8 comments on “Sandwich Sunday: The Veggienator

  1. Ryan says:

    For a vegetarian-friendly sandwich I must have avocado. Why? Because it’s the best fruit/vegetable ever. I’m thinking of contributing a “Sandwich Sunday” post of my own in the future…and it’s also vegetarian-friendly. 😀

  2. skippymom says:

    That sandwich looks yummy – [no dill tho] I like the idea of the grilled pears.

    My all time favorite veggie sandwich is on a baguette with provolone [or swiss or monteray jack] and lettuce, tomato, green pepper, red onion, yellow squash, banana peppers and oil & vinegar – then it has to sit, wrapped in the ‘fridge until it all melds together. mmmmm

  3. Rodzilla says:

    They better be lacto-ovo. None of that vegan nonsense.

    Eggs and cheese are required. Mushrooms can be a good substitute for meat as well.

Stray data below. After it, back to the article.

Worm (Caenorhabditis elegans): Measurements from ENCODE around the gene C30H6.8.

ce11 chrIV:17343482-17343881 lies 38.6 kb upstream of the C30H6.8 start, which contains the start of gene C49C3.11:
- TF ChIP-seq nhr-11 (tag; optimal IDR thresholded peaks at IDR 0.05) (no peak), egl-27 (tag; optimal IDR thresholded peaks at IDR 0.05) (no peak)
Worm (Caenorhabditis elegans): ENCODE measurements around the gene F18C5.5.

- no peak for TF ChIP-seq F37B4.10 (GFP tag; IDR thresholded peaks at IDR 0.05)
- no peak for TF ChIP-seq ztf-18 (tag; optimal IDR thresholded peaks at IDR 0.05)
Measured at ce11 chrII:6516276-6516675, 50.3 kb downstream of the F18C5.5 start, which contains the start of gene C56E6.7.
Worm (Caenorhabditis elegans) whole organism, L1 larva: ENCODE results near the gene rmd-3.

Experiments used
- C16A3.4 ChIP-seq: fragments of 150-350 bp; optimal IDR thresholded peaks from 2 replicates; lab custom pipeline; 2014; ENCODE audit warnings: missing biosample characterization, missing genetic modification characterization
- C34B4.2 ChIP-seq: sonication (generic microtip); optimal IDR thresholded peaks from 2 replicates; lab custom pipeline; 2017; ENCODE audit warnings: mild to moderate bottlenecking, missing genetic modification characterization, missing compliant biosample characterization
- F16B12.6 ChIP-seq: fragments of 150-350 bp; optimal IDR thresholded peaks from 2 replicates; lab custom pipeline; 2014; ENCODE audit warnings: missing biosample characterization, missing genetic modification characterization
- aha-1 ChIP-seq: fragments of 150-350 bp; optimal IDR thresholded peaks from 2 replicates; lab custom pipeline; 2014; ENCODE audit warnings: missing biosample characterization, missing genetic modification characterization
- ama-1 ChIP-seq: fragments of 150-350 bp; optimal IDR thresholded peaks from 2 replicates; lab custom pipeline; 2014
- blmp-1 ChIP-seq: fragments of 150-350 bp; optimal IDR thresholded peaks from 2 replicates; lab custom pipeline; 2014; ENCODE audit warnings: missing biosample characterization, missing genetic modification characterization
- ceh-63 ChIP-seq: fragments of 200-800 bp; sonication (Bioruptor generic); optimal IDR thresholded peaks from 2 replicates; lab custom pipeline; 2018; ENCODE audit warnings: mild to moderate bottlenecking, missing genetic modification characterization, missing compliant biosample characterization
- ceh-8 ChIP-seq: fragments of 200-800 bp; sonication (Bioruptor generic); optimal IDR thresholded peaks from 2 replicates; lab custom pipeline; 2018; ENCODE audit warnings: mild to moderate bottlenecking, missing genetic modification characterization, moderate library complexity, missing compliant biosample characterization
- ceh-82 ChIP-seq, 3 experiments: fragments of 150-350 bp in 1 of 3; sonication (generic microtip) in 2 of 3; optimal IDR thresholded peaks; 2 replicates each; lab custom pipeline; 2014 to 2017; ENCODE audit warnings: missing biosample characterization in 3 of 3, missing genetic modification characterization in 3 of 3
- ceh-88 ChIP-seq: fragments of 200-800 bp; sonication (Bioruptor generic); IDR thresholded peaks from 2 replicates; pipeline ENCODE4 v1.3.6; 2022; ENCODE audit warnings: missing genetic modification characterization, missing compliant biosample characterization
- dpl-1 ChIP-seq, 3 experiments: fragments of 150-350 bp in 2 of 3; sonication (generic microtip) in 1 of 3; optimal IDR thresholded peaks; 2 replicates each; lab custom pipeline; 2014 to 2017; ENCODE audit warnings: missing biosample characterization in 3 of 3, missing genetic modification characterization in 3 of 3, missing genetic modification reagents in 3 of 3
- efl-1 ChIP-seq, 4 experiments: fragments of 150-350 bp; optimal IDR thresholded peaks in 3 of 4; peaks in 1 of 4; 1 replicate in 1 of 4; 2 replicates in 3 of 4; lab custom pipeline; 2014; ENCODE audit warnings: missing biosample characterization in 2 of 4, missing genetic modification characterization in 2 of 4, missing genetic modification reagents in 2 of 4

4. I’ve always been the kind of guy who can’t stand the thought of something like grilled pears on a sammich. Ugh. I’m also immediately turned off by any lettuce/leafy vegetable based salad with any kind of fruit in it. I’m not sure why, though. I’m sure it tastes great, but to me it’s like having lasagna with cantaloupe in it.

  5. Katie Ann says:

    When I was briefly a vegetarian, I developed a great love for a Boca burger on whole grain toast with lots of avocado, tomato, and mayo. Avocado is excellent at replacing meat. I also used to get the Veggie Delight sandwich at Subway back when it was actually cheaper to do so, and always asked them to load it up with tomatoes and black olives. I’d get cucumbers on it too, but never actually liked the flavor of them with my sandwich so I’d just eat them off first. Mmmm…

  6. Raiders757 says: